black history reads!

As the days of our annual effort to celebrate Black History wind down, I offer a reading list derived from my February tweets. Idealist that I am, I suppose I hope you will make a habit of searching for and then relishing the rich cultural traditions that our American educational system has often minimized or erased.

Don’t be the victim of an incomplete education. I spent nearly 24 years getting educated, and I would have missed so much of the literature and history that now shape my vision of community, heighten my awareness of the breadth of human experience, and humble me at the stunning beauty of the resilient human soul, had I not finally, in Graduate School at the University of Miami, been exposed to brilliant voices of color. I fell in love with their words and stories, and I invite you to discover the beauty and brilliance that captured my imagination and respect. These voices have, in fact, shaped the places we call home, and it is time we recognize and delight in them. Enjoy!

#BlackHistoryMonth Reads!

Clair of the Sea Light by Edwidge Danticat

Haitian, now Miamian whose poetic prose crafts a story about the devastation of poverty, the trauma and hope of adoption, & the choices we make for the people we love. Gorgeous book!

Omeros by Derek Walcott

Saint Lucian Nobel Prize winning poet who offers a postcolonial, African, diasporic reworking of Homer in this epic poem. Caribbean poetry at its best!

 

A Gathering of Old Men By Ernest Gaines

Gaines grew up in Louisiana & writes better than anyone about the importance of community in our efforts to tell our own stories. For Gaines, confessing the way we participate in oppression brings healing.

 

An American Marriage By Tayori Jones

A remarkable novel that tracks the devastation of incarceration on a family system, the conflicting legacies our families leave us, & the ambivalent journey we all must take to claim (or even understand) agency.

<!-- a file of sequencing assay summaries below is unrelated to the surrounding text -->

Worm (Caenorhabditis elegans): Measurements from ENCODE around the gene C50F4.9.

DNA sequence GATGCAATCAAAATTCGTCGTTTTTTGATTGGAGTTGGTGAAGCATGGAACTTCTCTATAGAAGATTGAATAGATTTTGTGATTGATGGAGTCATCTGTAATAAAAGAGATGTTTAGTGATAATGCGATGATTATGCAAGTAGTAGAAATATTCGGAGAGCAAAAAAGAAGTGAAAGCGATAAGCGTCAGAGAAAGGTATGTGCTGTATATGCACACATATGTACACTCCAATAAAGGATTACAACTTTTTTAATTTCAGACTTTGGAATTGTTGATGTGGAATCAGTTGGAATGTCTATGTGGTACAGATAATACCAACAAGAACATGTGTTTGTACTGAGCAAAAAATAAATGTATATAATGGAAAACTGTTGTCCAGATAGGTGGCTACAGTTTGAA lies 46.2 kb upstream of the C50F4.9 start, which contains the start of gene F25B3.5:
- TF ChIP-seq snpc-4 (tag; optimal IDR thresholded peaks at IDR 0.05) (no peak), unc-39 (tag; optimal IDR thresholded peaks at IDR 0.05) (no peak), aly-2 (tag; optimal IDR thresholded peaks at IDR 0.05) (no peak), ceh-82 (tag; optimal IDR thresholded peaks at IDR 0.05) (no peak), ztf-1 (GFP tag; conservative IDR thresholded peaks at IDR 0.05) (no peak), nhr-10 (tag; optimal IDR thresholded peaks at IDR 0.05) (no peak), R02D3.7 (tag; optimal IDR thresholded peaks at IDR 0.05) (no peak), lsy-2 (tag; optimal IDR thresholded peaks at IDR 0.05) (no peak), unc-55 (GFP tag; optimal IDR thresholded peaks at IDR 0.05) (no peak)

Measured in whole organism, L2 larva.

I, Tituba, Black Witch of Salem By Maryse Conde

Telling the backstory of a West Indian woman mentioned in the historical record & imagined first in Miller’s The Crucible, this novel troubles the history of the Americas from a postcolonial point of view.

 

Americanah

Feminist Manifesto By Chimananda Ngozi Adichie

A Nigerian writer who also lives in the US, Adichie offers stunning clarity into how we find our normal, & how we manage our national, class, gendered & political identities.

 

Passing By Nella Larsen

Written out of the Harlem Renaissance about the Harlem Renaissance, Larsen writes of friendship & loyalty, the temptation to perform our race, and the fluid nature of identity. A beautiful, heartbreaking book.

 

Feeding the Ghosts By Fred D’Aguiar

A Guyanese poet, novelist and playwright, D’Aguiar’s novel reveals the excruciating acts of resistance that empowered the victims of the middle passage. Haunting & empowering, it stays with you.

 

The Autobiography of an Ex-Colored Man By James Weldon Johnson

Johnson captures the rich creativity and cosmopolitanism of the Harlem Renaissance, all on a backdrop of racial ambiguity, power dynamics and cultural appropriation. Fantastic.

 

To Pimp a Butterfly By Kendrick Lamar

Pulitzer Prize Winning poet who deconstructs the American experience in stunning ways. Lamar elevates and explores the fluid nature of identity construction in the search for agency.

 

Between the World and Me

Black Panther By Ta-nehisi Coates

Wielding comic book power, long form cultural critique (the Atlantic) & the memoir as a force for contextualizing historical erasure, Toni Morrison calls him “required reading.” So, yeah.

 

Cane By Jean Toomer

Toomer’s only novel is remarkable for his fearlessness in content & form. He raises questions about the possibilities & realities of black lives in various parts of the country, showing the gap between the dream & the reality.

 

The Underground Railroad By Colson Whitehead